Updates and progress of the MUNIQC-Atoms project

ParityQC is part of a number of joint projects focused on the advancement of quantum computing – in Austria, Germany and the EU at large. With the new series of articles “Quantum Ecosystem” we would like to give you some fresh insights on the work we’re doing in these consortia.

Within MUNIQC-Atoms, a consortium of 18 partners from academia and industry is developing a scalable quantum computing demonstrator based on trapped neutral atoms, which will be integrated in the Munich Quantum Valley ecosystem.

Multi-qubit gates and a hardware-specific compiler

ParityQC aims to implement industry-relevant optimization problems on the neutral-atom quantum processor under construction by the consortium. The goal is to develop all the necessary components for the ParityQC Architecture on the hardware side and create a software plugin that enables the efficient computation of optimization problems on the MUNIQC-Atoms quantum computing demonstrator.

The role of ParityQC in the consortium is based on the proposal highlighted in the paper Quantum optimization via four-body Rydberg gates: a four-body Rydberg Parity gate with high-fidelity which enables more efficient encoding of optimization problems in Rydberg platforms. Achieving a four-body coupler was the missing piece that motivated the five authors of the paper to develop a new scheme addressing multi-qubit operations based on neutral atoms. This development facilitates the direct and straightforward implementation of the ParityQC Architecture.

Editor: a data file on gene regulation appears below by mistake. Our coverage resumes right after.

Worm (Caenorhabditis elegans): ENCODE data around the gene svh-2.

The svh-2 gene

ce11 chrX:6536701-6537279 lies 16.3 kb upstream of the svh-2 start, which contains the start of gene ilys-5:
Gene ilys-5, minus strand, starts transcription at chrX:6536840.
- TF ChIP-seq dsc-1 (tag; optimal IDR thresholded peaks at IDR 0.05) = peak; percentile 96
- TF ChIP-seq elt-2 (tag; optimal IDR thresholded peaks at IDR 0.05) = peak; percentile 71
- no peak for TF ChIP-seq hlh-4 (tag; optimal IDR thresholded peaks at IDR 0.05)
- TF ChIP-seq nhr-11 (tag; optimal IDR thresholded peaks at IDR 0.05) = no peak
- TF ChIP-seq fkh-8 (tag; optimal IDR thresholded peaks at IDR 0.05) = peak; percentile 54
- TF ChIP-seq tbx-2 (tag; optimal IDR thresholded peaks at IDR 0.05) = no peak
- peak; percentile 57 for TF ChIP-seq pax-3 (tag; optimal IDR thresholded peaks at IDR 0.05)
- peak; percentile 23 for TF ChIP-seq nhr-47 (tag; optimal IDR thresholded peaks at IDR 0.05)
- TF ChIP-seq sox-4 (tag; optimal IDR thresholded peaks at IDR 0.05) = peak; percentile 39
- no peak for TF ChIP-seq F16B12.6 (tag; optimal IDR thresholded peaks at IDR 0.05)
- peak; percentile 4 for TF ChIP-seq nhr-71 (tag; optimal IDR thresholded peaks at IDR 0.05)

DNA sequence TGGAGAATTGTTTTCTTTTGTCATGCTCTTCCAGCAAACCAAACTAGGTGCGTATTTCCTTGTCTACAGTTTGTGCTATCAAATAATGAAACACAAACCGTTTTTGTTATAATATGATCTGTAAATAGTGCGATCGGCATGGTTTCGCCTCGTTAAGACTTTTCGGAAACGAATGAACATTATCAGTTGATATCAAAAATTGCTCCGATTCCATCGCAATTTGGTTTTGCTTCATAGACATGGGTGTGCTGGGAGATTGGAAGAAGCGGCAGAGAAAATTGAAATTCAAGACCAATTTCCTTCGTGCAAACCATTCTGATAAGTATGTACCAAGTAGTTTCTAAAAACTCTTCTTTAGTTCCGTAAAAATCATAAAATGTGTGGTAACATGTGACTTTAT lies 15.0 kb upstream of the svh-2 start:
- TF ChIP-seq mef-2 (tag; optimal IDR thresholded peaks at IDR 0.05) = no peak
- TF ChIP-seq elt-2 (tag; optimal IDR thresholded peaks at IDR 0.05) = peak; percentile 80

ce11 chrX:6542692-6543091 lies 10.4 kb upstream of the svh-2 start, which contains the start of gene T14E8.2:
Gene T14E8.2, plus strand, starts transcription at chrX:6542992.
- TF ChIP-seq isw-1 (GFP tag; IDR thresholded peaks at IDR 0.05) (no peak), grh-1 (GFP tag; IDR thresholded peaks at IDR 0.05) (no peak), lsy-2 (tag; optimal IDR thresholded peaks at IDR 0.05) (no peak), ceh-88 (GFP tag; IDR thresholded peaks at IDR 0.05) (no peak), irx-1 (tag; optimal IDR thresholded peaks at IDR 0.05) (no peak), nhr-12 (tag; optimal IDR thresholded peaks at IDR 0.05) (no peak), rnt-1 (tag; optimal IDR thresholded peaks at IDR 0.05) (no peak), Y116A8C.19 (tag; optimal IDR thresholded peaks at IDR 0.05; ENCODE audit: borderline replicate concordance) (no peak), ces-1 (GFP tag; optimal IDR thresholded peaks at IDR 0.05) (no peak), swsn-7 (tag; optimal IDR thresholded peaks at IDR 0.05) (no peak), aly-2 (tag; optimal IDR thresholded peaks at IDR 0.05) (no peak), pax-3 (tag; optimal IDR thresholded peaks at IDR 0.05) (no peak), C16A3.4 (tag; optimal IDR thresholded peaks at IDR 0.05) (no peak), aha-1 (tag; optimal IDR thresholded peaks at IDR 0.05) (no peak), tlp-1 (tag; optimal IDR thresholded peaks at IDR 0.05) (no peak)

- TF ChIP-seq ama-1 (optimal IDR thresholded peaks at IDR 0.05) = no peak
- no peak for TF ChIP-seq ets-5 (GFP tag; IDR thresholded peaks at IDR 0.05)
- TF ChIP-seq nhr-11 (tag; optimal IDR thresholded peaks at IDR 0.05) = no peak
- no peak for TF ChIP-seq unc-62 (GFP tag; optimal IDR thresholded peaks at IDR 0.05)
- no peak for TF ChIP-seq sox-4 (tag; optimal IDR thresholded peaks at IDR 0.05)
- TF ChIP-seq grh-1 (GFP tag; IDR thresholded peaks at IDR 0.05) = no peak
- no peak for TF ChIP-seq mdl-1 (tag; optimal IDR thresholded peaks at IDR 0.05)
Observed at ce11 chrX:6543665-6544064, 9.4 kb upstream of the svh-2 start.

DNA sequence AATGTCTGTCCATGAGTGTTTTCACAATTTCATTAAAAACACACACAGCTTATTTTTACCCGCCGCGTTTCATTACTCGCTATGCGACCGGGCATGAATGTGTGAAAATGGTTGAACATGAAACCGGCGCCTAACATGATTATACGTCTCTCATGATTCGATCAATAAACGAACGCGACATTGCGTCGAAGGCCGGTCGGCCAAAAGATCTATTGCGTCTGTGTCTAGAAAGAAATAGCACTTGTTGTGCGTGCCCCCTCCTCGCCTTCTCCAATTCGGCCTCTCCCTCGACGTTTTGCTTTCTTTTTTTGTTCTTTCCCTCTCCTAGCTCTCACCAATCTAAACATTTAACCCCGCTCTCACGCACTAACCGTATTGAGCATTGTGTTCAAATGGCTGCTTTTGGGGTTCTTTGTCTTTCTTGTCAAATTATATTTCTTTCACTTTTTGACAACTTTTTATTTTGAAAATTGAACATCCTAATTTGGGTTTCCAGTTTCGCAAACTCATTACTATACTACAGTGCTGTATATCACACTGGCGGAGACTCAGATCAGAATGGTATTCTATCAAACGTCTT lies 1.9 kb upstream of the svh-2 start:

In the initial phase of this work, the ParityQC team has been actively involved in the development of fast and native multi-qubit gates tailored for neutral atoms. Collaborating closely with hardware partners for an efficient co-design, gate designs were adapted to align with the technical possibilities of the strontium-based neutral atom quantum computing demonstrator. The best candidates of the multi-qubit couplers are to be realized experimentally at a later stage.

Moving into the second phase of our team’s effort, we will also develop a hardware-specific compiler by incorporating these multi-qubit gates. The ParityQC compiler will generate a customized layout tailored to a given optimization problem, ready for implementation on the demonstrator. Given the current progress within the consortium, achieving a medium-scale implementation of the ParityQC Architecture using neutral-atom qubits appears to be realistic.

From qubit encodings to quantum error correction

Since the MUNIQC-Atoms project was launched over two years ago, the consortium partners have achieved several essential milestones on the way to a scalable neutral atom quantum computer.

Significant progress has been made through collaborative efforts, demonstrating quantum control over ultracold atoms, as highlighted by the Max Planck Institute of Quantum Optics during the consortium meeting in December 2023. Additionally, MUNIQC-Atoms’ partner universities in Stuttgart and Tübingen have been exploring different qubit encodings, in order to improve the computational speed and extend coherence times within strontium-based qubits. On the theoretical front, the consortium is investigating aspects such as efficient circuit compilation, platform-specific quantum error correction, and potential quantum advantages. Related to this, the publication list of the project can provide some interesting insights. To streamline these efforts, the quantum system will be integrated into a dedicated software environment, providing remote cloud access and hybrid computation with HPC systems.